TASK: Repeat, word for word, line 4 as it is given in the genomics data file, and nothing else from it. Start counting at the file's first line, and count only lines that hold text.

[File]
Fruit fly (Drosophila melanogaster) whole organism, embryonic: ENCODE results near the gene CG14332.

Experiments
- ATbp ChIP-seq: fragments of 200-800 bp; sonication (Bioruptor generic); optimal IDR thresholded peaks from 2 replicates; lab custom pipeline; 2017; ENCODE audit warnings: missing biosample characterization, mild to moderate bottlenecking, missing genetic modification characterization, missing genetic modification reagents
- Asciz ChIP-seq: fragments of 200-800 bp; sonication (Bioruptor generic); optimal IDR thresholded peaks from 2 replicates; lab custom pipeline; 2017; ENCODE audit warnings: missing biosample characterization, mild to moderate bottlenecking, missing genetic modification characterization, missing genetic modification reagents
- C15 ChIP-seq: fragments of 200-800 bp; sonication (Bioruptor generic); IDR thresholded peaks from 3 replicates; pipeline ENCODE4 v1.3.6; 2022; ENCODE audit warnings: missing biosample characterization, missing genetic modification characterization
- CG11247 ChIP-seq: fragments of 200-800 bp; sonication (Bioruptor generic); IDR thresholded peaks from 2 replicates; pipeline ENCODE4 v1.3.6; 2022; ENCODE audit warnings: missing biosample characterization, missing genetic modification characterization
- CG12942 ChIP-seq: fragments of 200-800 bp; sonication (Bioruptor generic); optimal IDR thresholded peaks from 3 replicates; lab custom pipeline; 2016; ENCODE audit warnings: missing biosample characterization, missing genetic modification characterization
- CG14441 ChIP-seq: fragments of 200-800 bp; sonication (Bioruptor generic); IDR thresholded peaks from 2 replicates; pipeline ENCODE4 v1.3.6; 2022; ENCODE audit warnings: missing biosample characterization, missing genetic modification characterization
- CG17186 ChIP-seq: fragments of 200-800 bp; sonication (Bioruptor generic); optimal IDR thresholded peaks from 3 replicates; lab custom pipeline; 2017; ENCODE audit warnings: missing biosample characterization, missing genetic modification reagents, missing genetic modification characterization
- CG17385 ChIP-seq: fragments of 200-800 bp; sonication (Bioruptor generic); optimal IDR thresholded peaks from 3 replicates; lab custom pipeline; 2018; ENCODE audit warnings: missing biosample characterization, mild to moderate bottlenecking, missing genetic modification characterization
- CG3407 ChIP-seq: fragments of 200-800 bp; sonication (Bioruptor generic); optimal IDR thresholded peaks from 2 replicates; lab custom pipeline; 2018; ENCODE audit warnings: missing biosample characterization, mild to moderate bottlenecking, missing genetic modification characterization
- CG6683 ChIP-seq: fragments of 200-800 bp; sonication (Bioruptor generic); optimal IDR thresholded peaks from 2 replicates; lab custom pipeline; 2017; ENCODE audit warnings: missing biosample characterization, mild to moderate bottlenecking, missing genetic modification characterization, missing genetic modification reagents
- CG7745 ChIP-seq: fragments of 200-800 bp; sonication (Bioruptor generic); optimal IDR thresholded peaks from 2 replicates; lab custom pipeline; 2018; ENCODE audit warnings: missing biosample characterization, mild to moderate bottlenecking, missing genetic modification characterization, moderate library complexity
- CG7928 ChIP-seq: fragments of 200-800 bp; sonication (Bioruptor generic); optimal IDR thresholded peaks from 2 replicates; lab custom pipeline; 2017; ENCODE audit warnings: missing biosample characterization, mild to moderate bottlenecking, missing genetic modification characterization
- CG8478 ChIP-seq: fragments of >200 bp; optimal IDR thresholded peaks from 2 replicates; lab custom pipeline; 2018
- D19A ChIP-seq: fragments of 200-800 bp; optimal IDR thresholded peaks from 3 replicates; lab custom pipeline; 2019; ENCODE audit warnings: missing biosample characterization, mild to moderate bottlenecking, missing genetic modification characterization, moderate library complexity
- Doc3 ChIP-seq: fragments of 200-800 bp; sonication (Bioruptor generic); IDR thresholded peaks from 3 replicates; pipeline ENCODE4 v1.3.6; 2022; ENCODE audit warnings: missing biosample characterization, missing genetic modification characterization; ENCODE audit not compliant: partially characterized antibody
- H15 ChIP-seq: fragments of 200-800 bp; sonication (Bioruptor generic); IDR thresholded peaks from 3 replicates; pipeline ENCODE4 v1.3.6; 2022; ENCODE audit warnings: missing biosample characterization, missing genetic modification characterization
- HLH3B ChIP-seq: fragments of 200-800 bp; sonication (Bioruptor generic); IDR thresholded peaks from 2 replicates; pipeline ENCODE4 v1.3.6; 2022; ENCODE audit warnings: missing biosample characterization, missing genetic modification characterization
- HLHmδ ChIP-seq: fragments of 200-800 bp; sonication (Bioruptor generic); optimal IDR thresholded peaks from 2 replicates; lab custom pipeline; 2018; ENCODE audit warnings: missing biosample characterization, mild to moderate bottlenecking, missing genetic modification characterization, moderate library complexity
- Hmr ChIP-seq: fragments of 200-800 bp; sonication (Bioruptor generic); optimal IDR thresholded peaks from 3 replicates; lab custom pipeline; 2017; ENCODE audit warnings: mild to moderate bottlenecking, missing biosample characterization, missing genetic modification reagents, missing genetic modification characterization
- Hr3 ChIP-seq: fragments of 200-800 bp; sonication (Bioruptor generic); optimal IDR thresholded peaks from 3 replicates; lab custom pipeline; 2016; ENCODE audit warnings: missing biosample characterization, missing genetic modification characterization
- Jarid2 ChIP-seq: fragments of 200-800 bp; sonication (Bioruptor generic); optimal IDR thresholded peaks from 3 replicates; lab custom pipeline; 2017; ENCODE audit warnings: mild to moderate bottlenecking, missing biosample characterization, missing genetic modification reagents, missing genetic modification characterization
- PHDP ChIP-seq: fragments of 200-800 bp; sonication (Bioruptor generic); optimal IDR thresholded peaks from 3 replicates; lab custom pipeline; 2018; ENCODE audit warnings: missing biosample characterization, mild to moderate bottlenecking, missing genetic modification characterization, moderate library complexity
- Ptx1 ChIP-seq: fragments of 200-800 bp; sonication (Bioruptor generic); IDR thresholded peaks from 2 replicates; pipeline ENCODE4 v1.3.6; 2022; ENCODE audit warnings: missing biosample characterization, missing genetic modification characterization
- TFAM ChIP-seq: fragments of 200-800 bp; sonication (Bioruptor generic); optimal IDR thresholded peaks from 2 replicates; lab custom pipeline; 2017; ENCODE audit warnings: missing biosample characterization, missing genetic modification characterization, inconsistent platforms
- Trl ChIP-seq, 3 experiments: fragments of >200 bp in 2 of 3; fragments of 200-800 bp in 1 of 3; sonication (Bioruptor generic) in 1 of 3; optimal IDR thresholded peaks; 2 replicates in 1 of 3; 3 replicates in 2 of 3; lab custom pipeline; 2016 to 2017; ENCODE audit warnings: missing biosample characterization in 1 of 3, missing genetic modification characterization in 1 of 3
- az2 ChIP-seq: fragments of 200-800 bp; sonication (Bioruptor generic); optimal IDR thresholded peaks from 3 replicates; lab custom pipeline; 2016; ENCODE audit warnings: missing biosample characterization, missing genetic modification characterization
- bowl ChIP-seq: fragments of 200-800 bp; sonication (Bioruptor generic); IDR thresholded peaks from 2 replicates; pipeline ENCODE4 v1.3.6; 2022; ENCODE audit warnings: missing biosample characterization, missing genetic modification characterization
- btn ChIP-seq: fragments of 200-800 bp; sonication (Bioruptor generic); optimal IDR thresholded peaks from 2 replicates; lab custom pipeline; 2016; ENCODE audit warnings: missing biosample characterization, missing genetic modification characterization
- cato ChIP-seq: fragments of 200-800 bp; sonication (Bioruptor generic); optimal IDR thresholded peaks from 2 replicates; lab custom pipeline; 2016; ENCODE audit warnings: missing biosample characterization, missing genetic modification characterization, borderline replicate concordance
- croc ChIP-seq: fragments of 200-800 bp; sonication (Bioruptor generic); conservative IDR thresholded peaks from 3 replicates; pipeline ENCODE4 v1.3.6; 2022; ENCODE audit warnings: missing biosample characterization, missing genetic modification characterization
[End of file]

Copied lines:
- Asciz ChIP-seq: fragments of 200-800 bp; sonication (Bioruptor generic); optimal IDR thresholded peaks from 2 replicates; lab custom pipeline; 2017; ENCODE audit warnings: missing biosample characterization, mild to moderate bottlenecking, missing genetic modification characterization, missing genetic modification reagents